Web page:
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HughesNet vs HughesNet

Or, a Tale of Two Sat Services.

When we arrived in Canada, I was hopeful that I would be able to get Internet service via our HughesNet Gen 5 dish. However, I had doubts since our Gen 5 HughesNet doesn’t “cover” most of Canada.

That’s the rub. The “old” HughesNet (or Ku-band for the geeks) covered wide areas while the newer Gen 5 HughesNet (or Ka-band) uses smaller, focused spot beams.

Ku-band good for Canada, Ka-band bad for Canada


With the older Ku-band (“Your father’s HughesNet”) satellite Internet service, you could get service in much of Canada and Alaska. The only “gotcha” was signal strength. The further north you went, the weaker the satellite signal (measured in dBW). So in the far north you needed a .98M or 1.2M satellite dish — that’s about 39 and 47 inches, respectively. Those are big, unwieldy dishes.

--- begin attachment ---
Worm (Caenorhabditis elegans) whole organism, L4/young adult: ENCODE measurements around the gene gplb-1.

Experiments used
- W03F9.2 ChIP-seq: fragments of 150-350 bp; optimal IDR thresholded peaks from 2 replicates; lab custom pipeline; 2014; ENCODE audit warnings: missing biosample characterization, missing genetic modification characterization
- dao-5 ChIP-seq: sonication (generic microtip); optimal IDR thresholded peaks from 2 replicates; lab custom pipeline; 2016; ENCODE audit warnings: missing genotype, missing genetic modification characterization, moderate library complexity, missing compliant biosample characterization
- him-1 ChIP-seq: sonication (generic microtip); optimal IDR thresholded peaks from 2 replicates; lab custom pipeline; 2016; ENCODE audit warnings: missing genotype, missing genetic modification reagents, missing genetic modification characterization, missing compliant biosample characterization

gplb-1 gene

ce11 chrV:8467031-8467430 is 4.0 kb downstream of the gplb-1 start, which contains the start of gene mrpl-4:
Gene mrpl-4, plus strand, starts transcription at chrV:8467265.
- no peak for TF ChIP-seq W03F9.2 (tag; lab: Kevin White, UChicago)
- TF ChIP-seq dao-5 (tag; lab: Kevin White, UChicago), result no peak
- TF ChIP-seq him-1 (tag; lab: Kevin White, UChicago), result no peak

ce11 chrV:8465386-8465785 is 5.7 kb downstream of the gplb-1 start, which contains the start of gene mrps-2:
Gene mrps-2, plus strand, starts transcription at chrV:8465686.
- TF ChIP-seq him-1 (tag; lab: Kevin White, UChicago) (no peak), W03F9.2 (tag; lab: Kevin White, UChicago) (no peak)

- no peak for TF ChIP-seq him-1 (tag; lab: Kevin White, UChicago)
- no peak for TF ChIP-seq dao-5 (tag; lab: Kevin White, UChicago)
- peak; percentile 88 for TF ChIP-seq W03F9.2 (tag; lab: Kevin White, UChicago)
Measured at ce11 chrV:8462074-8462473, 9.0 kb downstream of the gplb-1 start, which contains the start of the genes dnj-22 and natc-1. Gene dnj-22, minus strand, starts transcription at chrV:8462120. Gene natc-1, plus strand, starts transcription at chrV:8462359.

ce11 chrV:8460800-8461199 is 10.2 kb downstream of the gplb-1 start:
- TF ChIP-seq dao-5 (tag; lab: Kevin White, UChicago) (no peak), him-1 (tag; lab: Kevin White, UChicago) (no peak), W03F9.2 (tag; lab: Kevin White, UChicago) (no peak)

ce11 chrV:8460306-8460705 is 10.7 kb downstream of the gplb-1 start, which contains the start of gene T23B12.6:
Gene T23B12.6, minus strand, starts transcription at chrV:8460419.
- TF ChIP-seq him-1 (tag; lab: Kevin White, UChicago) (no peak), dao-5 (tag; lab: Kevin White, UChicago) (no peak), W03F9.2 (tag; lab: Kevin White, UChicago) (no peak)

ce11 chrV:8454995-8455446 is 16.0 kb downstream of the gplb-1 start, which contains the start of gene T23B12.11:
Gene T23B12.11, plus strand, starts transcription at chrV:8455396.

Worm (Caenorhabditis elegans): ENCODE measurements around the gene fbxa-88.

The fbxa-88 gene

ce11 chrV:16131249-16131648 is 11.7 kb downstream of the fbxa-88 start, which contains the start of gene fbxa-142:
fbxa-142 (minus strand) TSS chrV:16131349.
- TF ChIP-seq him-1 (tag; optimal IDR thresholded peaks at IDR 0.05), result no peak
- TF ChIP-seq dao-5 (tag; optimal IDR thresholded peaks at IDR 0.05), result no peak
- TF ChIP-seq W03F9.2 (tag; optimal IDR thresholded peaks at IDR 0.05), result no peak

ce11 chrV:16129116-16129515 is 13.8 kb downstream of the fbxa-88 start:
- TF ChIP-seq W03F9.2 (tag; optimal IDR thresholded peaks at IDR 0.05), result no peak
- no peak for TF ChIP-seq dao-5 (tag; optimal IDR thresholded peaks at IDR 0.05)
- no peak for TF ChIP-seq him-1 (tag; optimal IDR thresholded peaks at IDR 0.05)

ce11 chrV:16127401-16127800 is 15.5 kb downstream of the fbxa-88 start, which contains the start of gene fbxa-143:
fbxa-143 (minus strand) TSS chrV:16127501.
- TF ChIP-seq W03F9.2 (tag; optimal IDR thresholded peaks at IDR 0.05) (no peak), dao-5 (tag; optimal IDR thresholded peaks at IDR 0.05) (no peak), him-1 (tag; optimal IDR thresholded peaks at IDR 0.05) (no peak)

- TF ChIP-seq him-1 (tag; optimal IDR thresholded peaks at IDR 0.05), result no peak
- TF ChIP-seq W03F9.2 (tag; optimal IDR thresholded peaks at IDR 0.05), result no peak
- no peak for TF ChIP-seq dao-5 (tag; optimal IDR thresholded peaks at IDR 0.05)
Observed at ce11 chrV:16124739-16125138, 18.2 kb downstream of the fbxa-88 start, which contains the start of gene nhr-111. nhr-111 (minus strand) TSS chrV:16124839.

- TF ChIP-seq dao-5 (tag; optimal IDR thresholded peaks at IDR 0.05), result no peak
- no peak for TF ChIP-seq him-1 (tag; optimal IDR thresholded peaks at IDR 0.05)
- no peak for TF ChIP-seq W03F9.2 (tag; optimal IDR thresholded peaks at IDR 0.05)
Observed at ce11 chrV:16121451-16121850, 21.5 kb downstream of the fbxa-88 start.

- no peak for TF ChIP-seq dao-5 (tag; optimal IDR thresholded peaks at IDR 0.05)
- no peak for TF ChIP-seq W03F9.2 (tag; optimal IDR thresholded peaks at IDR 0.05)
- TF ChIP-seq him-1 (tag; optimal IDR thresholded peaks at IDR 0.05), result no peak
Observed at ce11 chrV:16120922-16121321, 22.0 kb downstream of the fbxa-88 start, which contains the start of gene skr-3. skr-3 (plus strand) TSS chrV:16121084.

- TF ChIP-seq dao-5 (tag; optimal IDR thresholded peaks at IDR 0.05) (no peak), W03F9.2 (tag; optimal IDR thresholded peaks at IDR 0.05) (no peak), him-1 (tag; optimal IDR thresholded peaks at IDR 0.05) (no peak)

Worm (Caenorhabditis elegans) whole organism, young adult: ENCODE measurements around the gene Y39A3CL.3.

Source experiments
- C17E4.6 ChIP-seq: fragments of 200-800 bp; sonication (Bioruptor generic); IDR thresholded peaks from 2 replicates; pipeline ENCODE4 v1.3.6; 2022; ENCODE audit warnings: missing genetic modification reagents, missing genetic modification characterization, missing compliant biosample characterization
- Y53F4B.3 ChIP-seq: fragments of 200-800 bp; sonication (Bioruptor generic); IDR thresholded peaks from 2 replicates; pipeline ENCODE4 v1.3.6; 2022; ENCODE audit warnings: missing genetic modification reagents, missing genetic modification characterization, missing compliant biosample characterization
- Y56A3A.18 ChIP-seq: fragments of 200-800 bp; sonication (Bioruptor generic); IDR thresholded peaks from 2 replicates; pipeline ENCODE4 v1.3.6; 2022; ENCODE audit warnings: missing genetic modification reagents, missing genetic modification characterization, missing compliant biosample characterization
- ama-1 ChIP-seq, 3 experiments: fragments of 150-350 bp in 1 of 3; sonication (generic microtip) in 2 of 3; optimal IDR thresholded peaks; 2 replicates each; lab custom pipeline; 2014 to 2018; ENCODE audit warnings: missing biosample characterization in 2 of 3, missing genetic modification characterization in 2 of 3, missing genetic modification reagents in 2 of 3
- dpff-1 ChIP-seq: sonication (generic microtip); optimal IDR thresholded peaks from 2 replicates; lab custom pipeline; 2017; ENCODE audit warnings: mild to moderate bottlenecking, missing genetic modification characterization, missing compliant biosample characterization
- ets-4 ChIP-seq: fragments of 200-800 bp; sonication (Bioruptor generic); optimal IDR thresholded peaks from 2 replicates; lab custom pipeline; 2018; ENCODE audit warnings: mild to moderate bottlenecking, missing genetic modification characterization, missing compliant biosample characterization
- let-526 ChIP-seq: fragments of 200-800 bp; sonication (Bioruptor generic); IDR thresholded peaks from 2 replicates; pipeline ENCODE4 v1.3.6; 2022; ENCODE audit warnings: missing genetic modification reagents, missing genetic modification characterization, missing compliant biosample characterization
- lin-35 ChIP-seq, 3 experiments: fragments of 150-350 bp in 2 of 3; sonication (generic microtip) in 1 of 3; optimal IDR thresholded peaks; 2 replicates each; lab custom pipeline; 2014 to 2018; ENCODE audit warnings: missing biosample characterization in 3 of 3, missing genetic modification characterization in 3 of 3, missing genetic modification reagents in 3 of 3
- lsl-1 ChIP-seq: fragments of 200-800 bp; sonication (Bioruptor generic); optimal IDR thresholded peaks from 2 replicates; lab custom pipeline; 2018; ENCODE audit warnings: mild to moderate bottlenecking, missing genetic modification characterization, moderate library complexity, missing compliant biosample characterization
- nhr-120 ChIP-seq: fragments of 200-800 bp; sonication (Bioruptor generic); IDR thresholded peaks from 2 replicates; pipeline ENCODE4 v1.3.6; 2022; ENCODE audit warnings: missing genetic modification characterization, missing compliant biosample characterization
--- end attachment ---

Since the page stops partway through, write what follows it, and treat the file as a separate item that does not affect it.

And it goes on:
On the other hand, Ka-band HughesNet Gen 5 service pretty much stops at the Canadian border.

HughesNet Gen 5 Spot Beam Coverage


Nevertheless, Banff was pretty close to one of the HughesNet Gen 5 spot beams (Beam 6), so I gave it a try.

I tried to fool the HughesNet software that I was actually in Fairmont Hot Springs (which is just inside Beam 6) and not at Banff.

And I got close to getting a signal, but after several days of tweaking the satellite dish, I threw in the towel.

Almost . . .


One of my forum commenters, Al Morgan, found the same thing about HughesNet Gen 5 Canadian coverage:

Hughes Net should work up to about Fort Macleod in Alberta but as you’ve found out, no further.

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